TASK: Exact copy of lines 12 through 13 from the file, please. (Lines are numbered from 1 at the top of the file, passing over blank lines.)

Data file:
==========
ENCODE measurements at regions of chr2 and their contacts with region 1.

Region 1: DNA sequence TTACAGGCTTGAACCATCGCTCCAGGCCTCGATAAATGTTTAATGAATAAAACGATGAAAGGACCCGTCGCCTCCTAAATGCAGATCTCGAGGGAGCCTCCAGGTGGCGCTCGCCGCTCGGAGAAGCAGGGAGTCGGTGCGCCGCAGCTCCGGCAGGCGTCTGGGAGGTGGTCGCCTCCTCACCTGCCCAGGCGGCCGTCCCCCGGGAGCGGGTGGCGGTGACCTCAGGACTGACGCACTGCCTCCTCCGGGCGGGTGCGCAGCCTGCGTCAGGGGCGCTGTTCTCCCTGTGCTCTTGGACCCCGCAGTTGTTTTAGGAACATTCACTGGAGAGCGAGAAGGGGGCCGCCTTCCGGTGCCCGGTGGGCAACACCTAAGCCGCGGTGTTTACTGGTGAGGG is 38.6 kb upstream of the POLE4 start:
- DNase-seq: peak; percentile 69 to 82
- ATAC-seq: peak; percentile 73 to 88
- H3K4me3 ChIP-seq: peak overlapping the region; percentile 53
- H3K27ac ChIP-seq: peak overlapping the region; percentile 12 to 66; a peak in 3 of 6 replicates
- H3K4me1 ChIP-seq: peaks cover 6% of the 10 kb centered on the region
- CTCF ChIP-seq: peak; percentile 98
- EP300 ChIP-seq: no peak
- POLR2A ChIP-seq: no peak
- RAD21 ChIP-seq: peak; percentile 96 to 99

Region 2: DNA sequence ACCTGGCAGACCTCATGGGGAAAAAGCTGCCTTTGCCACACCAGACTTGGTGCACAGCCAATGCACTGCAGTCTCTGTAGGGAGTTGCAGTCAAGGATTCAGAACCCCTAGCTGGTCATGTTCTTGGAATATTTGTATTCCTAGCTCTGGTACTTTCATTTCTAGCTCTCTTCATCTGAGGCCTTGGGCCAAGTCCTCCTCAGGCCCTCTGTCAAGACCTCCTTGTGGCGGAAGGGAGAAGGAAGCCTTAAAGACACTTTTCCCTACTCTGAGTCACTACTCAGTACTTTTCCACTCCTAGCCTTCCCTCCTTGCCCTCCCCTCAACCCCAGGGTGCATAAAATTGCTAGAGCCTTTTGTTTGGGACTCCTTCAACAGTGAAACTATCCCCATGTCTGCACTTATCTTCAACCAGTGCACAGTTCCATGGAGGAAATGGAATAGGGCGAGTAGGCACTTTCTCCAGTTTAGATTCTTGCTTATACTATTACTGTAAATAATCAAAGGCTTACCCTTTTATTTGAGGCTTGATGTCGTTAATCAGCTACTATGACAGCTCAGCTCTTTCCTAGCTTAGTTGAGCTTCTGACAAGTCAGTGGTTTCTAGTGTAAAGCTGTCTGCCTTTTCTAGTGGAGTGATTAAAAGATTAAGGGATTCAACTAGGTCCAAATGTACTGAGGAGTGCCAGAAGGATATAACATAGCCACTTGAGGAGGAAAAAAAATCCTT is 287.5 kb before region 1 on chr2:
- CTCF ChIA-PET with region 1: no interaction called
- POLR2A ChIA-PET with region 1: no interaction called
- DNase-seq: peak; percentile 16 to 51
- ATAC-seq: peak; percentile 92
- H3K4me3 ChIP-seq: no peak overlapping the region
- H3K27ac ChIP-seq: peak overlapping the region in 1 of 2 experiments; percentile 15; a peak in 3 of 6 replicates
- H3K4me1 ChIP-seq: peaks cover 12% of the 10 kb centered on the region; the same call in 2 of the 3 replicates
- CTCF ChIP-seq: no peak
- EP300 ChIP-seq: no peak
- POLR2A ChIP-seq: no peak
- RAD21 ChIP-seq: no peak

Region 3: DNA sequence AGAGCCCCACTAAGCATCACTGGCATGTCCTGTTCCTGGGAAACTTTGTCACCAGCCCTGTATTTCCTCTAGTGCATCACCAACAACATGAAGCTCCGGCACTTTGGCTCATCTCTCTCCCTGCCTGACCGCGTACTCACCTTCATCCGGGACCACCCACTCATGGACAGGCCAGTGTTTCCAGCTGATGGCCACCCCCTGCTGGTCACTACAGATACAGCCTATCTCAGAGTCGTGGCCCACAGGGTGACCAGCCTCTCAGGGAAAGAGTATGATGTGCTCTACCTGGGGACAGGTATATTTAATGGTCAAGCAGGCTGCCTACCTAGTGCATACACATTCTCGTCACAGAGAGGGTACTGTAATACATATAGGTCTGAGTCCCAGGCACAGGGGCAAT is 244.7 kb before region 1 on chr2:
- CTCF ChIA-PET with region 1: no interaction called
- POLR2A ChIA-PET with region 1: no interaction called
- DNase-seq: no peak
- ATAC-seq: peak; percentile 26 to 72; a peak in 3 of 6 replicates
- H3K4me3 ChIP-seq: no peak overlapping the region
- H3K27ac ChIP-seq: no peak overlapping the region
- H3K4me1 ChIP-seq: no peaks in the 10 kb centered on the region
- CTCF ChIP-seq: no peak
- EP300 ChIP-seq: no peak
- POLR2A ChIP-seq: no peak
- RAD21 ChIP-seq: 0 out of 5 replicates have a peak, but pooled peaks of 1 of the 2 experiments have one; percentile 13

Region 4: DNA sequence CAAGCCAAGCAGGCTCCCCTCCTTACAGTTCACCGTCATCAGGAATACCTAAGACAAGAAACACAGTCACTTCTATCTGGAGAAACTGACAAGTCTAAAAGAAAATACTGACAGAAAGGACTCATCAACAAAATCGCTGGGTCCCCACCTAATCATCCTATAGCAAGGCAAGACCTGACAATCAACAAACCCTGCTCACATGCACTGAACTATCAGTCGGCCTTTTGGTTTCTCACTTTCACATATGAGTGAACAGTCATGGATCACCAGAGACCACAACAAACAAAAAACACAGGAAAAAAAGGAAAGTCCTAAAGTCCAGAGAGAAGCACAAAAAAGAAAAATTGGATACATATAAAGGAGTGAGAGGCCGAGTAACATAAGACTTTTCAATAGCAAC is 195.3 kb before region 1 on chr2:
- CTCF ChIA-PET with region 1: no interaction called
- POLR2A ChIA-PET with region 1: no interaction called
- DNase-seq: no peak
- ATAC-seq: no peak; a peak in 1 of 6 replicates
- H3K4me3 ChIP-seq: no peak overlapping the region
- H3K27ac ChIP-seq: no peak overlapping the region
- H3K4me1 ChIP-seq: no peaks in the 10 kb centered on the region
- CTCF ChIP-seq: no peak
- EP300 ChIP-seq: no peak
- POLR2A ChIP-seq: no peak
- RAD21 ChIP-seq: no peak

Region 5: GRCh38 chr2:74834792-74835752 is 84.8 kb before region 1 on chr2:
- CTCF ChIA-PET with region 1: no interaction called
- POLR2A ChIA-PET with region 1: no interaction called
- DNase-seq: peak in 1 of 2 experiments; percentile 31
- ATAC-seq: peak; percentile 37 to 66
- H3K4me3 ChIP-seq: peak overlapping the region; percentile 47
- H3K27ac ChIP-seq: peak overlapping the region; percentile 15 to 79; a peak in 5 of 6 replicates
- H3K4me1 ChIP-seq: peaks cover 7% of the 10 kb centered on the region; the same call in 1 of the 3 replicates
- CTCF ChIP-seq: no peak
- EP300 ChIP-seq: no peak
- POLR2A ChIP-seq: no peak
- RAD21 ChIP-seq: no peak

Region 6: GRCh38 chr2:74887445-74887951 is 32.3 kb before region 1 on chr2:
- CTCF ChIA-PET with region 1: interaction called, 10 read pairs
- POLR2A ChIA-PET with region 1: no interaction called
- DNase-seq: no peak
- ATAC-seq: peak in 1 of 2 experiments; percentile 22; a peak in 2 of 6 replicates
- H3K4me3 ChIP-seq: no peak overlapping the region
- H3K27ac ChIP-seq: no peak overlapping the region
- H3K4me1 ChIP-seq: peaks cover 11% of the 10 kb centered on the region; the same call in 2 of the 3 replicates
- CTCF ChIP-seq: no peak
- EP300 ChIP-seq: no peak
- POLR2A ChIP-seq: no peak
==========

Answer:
Region 2: DNA sequence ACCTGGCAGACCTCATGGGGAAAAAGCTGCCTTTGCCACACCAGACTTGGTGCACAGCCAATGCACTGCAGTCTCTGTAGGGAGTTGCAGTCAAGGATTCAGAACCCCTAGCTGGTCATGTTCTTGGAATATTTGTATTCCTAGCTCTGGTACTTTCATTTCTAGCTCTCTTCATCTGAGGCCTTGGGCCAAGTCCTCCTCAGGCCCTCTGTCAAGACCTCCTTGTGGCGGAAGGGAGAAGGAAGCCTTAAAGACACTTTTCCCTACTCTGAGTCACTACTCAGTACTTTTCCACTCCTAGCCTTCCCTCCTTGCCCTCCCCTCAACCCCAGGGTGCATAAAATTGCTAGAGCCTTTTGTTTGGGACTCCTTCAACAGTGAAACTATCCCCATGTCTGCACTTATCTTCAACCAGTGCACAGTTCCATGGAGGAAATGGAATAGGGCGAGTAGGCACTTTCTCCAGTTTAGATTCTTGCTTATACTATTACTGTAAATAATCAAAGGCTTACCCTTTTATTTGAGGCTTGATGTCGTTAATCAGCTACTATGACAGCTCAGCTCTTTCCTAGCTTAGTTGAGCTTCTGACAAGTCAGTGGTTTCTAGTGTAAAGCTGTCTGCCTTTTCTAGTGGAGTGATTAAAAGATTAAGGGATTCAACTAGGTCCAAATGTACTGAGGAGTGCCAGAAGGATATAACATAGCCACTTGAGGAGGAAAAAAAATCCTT is 287.5 kb before region 1 on chr2:
- CTCF ChIA-PET with region 1: no interaction called